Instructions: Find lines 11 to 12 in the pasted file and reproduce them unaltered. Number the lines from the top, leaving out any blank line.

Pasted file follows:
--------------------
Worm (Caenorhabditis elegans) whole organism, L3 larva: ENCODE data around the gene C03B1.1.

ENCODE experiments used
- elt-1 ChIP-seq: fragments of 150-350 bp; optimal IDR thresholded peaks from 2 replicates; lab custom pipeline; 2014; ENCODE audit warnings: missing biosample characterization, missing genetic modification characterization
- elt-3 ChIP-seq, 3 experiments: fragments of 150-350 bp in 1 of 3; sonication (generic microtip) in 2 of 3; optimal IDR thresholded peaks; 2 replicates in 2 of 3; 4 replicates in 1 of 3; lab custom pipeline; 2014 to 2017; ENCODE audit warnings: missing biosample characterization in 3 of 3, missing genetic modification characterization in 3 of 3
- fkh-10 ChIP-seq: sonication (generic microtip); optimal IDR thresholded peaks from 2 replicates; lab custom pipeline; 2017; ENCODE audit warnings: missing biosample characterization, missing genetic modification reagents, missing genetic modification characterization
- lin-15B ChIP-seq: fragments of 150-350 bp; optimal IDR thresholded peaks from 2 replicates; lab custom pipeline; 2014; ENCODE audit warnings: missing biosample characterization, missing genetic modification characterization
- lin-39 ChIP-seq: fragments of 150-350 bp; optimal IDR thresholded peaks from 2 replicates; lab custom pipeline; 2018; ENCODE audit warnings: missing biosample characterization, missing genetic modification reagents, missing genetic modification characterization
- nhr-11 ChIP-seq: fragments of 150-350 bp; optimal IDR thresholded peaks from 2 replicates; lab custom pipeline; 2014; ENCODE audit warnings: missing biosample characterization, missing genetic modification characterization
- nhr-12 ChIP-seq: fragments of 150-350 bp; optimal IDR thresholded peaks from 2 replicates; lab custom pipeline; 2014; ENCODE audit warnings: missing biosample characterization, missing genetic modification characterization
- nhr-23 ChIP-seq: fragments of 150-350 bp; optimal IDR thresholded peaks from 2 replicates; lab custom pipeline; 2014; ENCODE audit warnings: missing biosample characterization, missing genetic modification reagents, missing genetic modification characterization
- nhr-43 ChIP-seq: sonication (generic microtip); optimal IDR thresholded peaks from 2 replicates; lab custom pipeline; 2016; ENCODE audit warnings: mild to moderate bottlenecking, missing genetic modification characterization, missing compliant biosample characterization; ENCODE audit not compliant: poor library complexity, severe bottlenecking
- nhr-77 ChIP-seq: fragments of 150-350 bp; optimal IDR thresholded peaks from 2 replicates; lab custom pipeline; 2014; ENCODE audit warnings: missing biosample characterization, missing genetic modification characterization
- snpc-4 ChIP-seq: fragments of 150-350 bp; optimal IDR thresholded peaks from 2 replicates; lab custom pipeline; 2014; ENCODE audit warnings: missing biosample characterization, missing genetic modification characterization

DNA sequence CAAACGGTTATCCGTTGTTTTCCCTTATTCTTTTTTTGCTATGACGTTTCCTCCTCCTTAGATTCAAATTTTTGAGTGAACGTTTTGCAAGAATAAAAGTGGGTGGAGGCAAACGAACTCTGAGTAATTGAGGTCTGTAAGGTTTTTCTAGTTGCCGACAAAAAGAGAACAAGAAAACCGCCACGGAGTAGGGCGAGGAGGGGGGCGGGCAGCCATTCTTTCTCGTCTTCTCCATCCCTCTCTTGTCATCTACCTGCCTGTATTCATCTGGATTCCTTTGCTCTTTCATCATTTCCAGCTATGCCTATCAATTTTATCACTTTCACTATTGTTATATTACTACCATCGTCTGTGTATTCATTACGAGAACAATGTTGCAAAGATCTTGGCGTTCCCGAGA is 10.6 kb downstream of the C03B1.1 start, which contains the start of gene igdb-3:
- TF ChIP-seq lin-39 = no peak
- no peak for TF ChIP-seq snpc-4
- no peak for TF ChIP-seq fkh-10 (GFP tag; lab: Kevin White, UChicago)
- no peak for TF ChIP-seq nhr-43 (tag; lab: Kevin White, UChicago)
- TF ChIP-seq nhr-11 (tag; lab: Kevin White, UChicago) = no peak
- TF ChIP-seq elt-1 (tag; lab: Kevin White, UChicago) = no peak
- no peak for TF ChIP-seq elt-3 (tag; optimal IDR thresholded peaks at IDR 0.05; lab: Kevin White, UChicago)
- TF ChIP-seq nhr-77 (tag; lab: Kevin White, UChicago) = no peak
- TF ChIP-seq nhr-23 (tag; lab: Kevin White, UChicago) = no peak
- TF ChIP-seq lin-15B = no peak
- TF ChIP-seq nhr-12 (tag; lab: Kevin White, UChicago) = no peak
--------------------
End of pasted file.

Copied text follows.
- nhr-43 ChIP-seq: sonication (generic microtip); optimal IDR thresholded peaks from 2 replicates; lab custom pipeline; 2016; ENCODE audit warnings: mild to moderate bottlenecking, missing genetic modification characterization, missing compliant biosample characterization; ENCODE audit not compliant: poor library complexity, severe bottlenecking
- nhr-77 ChIP-seq: fragments of 150-350 bp; optimal IDR thresholded peaks from 2 replicates; lab custom pipeline; 2014; ENCODE audit warnings: missing biosample characterization, missing genetic modification characterization